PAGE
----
Over a week ago US President Donald Trump announced that he would be withdrawing US troops from the Syrian conflict. The move was welcomed by the Syrian people who have suffered for years at the hand of the US-backed terrorist campaign against the country. Many in the mainstream US society seemed to support his measure to eliminate US presence in the country as well, particularly among his supporters. The Democratic Party doesn’t seem to feel as positive about his actions. They’d like the US to remain in the war-torn country for as long as it takes to defeat the Islamic State. (If we are to believe their reasons.)
Trump said on Dec. 19 announcing his withdrawal of U.S. forces, that they, “have defeated ISIS in Syria, my only reason for being there during the Trump Presidency,” and added later, “Now it’s time for our troops to come back home.”
This statement was contradicted by his national security advisor John Bolton. He claimed that the troops would only be pulled from the country after the Islamic State was defeated, and once a deal had been reached with Turkey to protect the Kurdish elements who have aided the US in occupying Syria illegally.
U.S. Sen. Lindsey Graham also opposed the president’s plan for immediate withdrawal when speaking on the CBS program Face the Nation. He told the audience that “the bottom line here is we want to make sure we get this right, that ISIS doesn’t come back. And I applaud the president for re-evaluating what he’s doing. … He has a goal in mind of reducing our presence. I share that goal. Let’s just do it smartly.”
When these statements were made, Trump seemed to flip-flop and tell a different story. He then said that “we are pulling back in Syria. We’re going to be removing our troops. I never said we’re doing it that quickly.” Yet he very clearly said previously: “They’re all coming back, and they’re coming back now.” We can plainly see that the president is going back on his previous statement because his attitude towards the withdrawal has changed.
It is not uncommon for Trump to suddenly change his mind about an issue and support the opposite. Throughout his presidency, he’s gone back on his own plans and statements several times. From alleged Chinese currency manipulation to James Comey, to the withdrawal from NATO, to opposing the Export-Import Bank. Trump has been very inconsistent in his positions.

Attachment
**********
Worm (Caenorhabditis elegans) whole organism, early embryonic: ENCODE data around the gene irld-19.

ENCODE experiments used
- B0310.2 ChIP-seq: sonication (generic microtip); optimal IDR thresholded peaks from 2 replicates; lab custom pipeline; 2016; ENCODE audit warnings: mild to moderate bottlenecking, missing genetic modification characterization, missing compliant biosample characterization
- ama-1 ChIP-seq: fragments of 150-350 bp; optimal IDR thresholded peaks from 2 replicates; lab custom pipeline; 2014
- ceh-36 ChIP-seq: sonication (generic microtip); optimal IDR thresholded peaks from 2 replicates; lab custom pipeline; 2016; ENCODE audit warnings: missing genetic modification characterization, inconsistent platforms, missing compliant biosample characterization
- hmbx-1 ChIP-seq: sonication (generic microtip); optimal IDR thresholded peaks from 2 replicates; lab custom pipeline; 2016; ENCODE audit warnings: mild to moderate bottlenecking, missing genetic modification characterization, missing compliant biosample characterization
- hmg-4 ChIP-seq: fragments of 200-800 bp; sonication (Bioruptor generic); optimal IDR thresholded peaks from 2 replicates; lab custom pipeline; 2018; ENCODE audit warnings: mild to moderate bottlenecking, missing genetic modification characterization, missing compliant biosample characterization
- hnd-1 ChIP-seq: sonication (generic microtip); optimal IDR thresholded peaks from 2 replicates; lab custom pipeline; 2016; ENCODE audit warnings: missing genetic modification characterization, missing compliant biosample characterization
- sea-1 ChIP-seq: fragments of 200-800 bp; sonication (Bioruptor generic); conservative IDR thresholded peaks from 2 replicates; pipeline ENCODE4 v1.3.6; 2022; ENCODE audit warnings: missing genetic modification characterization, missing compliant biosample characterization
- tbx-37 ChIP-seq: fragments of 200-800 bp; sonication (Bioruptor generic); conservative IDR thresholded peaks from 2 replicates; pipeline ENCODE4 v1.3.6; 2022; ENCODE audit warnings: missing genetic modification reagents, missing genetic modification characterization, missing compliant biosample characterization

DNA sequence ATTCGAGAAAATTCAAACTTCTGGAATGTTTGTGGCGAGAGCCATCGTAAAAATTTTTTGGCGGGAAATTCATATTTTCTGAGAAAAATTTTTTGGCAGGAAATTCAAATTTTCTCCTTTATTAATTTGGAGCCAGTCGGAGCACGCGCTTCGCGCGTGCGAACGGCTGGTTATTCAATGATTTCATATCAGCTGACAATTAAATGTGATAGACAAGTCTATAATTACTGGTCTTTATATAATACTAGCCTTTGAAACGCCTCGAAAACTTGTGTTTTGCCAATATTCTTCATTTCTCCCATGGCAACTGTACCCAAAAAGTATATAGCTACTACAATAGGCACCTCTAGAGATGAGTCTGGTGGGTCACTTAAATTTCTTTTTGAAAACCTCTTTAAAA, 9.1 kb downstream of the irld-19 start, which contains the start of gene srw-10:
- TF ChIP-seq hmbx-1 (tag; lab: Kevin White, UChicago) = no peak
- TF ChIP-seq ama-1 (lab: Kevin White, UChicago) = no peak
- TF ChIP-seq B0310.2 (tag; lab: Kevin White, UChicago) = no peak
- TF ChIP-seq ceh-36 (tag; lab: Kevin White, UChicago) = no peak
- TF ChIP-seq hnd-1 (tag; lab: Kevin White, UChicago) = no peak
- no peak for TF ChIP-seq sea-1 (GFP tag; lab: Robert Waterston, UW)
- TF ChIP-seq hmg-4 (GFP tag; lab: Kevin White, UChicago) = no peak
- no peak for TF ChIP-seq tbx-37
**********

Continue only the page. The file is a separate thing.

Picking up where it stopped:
So why the sudden desire to change his mind on the issue? I think it comes down to this: Originally, Trump wanted to pull out of the conflict because he had promised to do so during his campaign. Getting him to keep any of his promises has been more difficult than pulling teeth. He wanted to keep something where he can say he kept his word. After saying it, the generals most probably came to him and told him why they were there. The goal had always been to undermine and destroy the legitimate government of Bashar al-Assad.
The US essentially created the crisis and “uprising” in Syria by funding Al-Qaeda and other opposition groups in the country. The lineage of the Assad family has always been in opposition to US interests in the region, particularly with making Syria a neo-colony. This, of course, has largely to do with the energy resources, as well as iron ore, crude oil, phosphate rock, manganese ore, asphalt, marble, rock salt, and gypsum.
The goal was to oust Assad through a manufactured populist movement made up of US-funded elements. The movement was unsuccessful causing the US to move onto a civil war which has cost hundreds of thousands of lives. During the course of the campaign the US reached out to the Kurds to act as a proxy force. The official story given is that the US is in the country to fight the Islamic State. In actuality, the goal is to use the Kurds as an occupying force to capture land that will be controlled by the US, which just happens to be primarily oil fields. With US protection the Kurds have carried out the ethnic cleansing of Arabs to force a Kurdish homeland. Essentially, they’re creating an Israel 2.0.
The immediate withdrawal of US troops will place the Kurds at the mercy of the Syrian government for their collaboration with US imperialism. The generals probably came to Trump and told him that they need to protect their assets in Syria (the Kurds) for the purpose of oil and mineral extraction. It’s clear that the US will not give up any land they’ve captured from the Syrian government easily. To that end, the US must remain in Syria as long as it takes to reinforce the burgeoning illegitimate Kurdish apartheid state.
It’s clear that Trump’s flip-flop on policy towards Syria was the result of him not knowing (or caring) why the US was there, to begin with.